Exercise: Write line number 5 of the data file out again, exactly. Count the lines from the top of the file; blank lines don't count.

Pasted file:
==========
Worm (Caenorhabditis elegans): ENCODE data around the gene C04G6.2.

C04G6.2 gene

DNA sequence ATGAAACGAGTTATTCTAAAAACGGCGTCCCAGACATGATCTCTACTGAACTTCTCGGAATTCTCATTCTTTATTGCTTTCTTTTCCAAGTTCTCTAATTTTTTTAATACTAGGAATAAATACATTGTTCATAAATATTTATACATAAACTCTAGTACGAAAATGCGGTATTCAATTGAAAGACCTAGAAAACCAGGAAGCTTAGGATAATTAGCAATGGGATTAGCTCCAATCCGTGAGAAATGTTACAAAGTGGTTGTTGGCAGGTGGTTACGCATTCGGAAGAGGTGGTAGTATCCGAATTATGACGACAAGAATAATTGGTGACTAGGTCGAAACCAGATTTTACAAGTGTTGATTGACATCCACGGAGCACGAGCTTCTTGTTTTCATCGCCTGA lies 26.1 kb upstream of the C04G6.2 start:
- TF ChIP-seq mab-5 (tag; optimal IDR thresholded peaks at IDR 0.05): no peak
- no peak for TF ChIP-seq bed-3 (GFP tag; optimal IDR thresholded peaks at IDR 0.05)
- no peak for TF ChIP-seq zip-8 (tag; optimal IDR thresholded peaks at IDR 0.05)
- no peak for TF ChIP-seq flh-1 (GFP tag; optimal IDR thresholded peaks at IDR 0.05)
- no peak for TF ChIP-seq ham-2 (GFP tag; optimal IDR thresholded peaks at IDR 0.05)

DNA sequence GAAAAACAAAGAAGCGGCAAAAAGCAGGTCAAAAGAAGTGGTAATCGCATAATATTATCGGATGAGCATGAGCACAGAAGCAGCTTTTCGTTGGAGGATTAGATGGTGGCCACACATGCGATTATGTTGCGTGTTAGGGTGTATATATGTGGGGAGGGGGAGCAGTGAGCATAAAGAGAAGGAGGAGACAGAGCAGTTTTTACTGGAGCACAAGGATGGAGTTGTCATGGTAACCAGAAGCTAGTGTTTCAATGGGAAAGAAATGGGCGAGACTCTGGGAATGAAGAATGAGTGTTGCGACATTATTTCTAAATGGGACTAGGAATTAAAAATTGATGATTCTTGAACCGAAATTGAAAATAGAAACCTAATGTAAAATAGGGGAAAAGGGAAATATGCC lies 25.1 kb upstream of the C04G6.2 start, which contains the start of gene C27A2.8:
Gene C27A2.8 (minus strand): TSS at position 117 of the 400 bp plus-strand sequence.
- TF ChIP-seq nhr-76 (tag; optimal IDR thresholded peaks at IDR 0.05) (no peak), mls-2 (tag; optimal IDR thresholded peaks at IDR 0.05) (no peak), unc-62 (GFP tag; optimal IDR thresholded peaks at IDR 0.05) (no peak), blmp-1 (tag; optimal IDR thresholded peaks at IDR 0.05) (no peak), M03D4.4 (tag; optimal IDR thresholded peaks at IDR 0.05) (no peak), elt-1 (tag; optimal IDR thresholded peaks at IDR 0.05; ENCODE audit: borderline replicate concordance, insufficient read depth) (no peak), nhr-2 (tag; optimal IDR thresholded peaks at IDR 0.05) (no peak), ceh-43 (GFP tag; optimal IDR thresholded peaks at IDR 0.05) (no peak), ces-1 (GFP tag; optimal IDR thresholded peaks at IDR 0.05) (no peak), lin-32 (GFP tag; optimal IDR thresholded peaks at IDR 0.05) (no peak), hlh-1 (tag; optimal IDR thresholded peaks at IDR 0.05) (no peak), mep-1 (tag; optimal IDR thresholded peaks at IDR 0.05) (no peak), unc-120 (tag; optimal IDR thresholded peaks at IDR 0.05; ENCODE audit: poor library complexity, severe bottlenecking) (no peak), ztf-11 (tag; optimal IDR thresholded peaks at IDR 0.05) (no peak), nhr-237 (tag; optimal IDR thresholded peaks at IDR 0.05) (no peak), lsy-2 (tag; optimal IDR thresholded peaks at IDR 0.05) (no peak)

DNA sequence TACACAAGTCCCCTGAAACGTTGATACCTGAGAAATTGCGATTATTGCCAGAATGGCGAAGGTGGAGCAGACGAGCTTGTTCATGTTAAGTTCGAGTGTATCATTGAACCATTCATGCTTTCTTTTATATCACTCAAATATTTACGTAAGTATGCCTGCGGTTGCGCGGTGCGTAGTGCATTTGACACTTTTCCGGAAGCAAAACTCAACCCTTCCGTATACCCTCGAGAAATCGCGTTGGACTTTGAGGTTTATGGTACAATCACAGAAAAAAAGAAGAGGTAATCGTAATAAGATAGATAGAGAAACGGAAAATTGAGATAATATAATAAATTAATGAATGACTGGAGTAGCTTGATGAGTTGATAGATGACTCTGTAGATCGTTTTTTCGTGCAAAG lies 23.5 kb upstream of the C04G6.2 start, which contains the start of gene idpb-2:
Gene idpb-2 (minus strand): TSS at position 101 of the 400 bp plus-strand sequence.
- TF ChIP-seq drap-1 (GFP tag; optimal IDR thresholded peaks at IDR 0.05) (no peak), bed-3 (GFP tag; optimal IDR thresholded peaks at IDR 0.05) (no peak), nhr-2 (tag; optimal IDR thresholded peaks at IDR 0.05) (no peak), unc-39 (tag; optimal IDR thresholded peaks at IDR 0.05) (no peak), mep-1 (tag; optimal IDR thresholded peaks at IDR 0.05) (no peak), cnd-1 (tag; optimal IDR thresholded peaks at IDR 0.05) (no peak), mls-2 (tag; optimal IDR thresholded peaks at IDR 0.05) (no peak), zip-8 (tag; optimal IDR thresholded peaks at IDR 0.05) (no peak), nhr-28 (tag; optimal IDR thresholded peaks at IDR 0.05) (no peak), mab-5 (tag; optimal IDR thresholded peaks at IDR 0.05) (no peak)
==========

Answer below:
- no peak for TF ChIP-seq bed-3 (GFP tag; optimal IDR thresholded peaks at IDR 0.05)